That Lenin arrived in Petersburg and had come out against the war and against the Provisional Government at workers’ meetings, I learned from American newspapers at Amherst, a concentration camp for German prisoners in Canada. The interned German sailors began to take an immediate interest in Lenin, whose name they had come across for the first time in the news dispatches. These were all men avidly waiting for the war to end; it would open for them the gates of this prison camp. They

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Lenin is no more. We have lost Lenin. The dark laws that govern the work of the arteries have destroyed his life. Medicine has proved itself powerless to accomplish what was passionately hoped for, what millions of human hearts demanded.

"In the most communist of circles a need has arisen to oppose old practices by new forms, new symbols, not merely in the domain of state life, where this has largely been done, but in the domain of the family."

"As long as woman is chained to her housework, the care of the family, the cooking and sewing, all her chances of participation in social and political life are cut down in the extreme."

"We must remember that different parts of the human consciousness do not change and develop simultaneously and on parallel lines. There is a certain economy in the process. Human psychology is very conservative by nature, and the change due to the demands and the push of life affects in the first place those parts of the mind which are directly concerned in the case."

The capitalist world enters a period of industrial upswing. Booms alternate with depressions – an organic law of capitalist society. The current boom nowise indicates the establishment of equilibrium in the class structure. A crisis frequently helps the growth of anarchist and reformist moods among the workers. The boom will help fuse the working masses.

Comrades, the internal causation and lawfulness of historical development was formulated for the first time by Marxist theory. The theory of Marxism, as Marx himself wrote in the introduction to his work Critique of Political Economy, established approximately the following proposition with regard to revolution: No social system departs from the arena until it has developed the productive forces to the maximum degree attainable under the given system; and no new social

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Today marks the anniversary of the beginning of the Paris Commune, where the working class for the first time in history, took power into its own hands. On this occasion we republish the following classic work by Leon Trotsky about the lessons of the Commune.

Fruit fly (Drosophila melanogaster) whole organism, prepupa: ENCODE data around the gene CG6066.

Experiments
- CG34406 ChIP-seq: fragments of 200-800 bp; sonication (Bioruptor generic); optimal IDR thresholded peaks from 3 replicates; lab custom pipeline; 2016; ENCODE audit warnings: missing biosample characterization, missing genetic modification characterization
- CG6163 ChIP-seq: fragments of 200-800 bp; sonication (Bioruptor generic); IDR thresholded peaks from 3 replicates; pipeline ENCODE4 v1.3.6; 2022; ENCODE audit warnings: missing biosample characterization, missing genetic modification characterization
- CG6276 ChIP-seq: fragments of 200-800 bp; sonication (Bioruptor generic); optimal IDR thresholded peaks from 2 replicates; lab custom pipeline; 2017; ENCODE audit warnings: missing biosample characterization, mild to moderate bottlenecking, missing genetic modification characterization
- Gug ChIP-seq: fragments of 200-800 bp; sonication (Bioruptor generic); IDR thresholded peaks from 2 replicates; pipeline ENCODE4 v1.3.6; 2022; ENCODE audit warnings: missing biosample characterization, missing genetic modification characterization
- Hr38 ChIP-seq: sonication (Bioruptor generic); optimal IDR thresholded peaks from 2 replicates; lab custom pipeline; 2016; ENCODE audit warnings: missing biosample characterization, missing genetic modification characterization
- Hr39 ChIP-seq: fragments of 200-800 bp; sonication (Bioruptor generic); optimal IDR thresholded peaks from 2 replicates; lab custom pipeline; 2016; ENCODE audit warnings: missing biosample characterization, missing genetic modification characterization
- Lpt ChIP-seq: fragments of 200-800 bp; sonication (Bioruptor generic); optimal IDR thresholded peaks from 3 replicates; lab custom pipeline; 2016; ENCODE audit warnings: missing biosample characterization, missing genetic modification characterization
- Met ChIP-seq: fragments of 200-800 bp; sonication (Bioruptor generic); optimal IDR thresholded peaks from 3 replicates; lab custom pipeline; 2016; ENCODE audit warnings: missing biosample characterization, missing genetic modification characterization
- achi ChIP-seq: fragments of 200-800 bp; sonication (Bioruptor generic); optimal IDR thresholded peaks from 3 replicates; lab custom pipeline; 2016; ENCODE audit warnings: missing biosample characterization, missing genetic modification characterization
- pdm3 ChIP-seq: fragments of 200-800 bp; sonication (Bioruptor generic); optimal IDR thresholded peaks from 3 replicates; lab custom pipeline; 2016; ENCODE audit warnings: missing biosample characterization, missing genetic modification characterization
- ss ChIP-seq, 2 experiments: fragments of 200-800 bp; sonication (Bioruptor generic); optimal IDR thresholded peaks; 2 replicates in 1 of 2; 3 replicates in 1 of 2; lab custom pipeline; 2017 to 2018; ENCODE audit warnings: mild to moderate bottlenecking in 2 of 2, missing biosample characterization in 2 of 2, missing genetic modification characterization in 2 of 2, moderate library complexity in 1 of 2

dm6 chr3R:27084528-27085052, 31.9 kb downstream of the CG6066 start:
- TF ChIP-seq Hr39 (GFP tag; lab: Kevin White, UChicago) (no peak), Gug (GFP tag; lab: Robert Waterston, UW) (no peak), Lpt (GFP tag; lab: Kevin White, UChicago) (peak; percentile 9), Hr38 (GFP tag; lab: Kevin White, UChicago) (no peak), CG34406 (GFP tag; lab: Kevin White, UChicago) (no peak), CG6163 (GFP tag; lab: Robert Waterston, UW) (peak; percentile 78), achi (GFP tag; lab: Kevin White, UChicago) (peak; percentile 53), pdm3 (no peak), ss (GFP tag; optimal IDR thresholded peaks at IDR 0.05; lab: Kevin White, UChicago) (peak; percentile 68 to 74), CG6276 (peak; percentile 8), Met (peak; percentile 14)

This book was written by Leon Trotsky at the height of the Russian Civil War. While it is a polemical response to German social-democrat Karl Kautsky, it is also represents the Bolshevik defense of the extraordinary means the young workers’ republic had to take in order to defend itself from the almost two dozen armies that were on its soil trying to turn back the revolution. We have kept true to the form of the style of English used in this edition of the book, making only some spelling

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A compilation of key works by Leon Trotsky, written between 1904 and the end of April 1917, about the character and tasks of the Russian Revolution.

Leon Trotsky's History of the Russian Revolution to Brest-Litovsk was written at the Brest-Litovsk peace conference a mere few months after the Bolsheviks had come to power. It gives an excellent introduction to the history of the Russian Revolution.

What is a peace program? From the viewpoint of the ruling classes or of the parties subservient to them, it is the totality of the demands, the ultimate realization of which must be ensured by the power of militarism.

Leon Trotsky’s pamphlet What Next? published in Petrograd in September 1917.

Any intelligent person (or any fool) knows that to save Russia a merciless struggle with anarchy on the left and counter revolution on the right is essential. This constitutes the essence of the entire programme of IzvestiaDelo NarodaRabochaya Gazeta ... Kerensky’s “historic” speech at the “historic” State Conference amounted to variations on just this

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There were never so many pacifists in the world as now, when in all countries men are killing one another. Every historical epoch has not only its own technique and its own political form, but also a hypocrisy peculiar to itself. Once peoples destroyed each other in the name of the Christian teaching of love of humanity. Now only backward governments call upon Christ. Progressive nations cut each others’ throats in the name of pacifism. Wilson drags America into the war in the name of

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Blood has flowed in the streets of Petrograd. A tragic chapter has been added to the Russian Revolution. Who is to blame? “The Bolsheviks,” says the man in the street, repeating what his newspapers tell him. The sum total of these tragic happenings is exhausted, as far as the bourgeoisie and the time-serving politicians are concerned, in the words: Arrest the ringleaders and disarm the masses. And the object of this action is to establish “revolutionary order”. The Social-Revolutionists

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There have never been so many pacifists as at this moment, when people are slaying each other on all the great highways of our planet. Each epoch has not only its own technology and political forms, but also its own style of hypocrisy. Time was when the nations destroyed each other for the glory of Cist’s teachings and the love of one’s neighbour. Now Cist is invoked only by backward governments. The advanced nations cut each other’s toats under the banners of pacifism a league of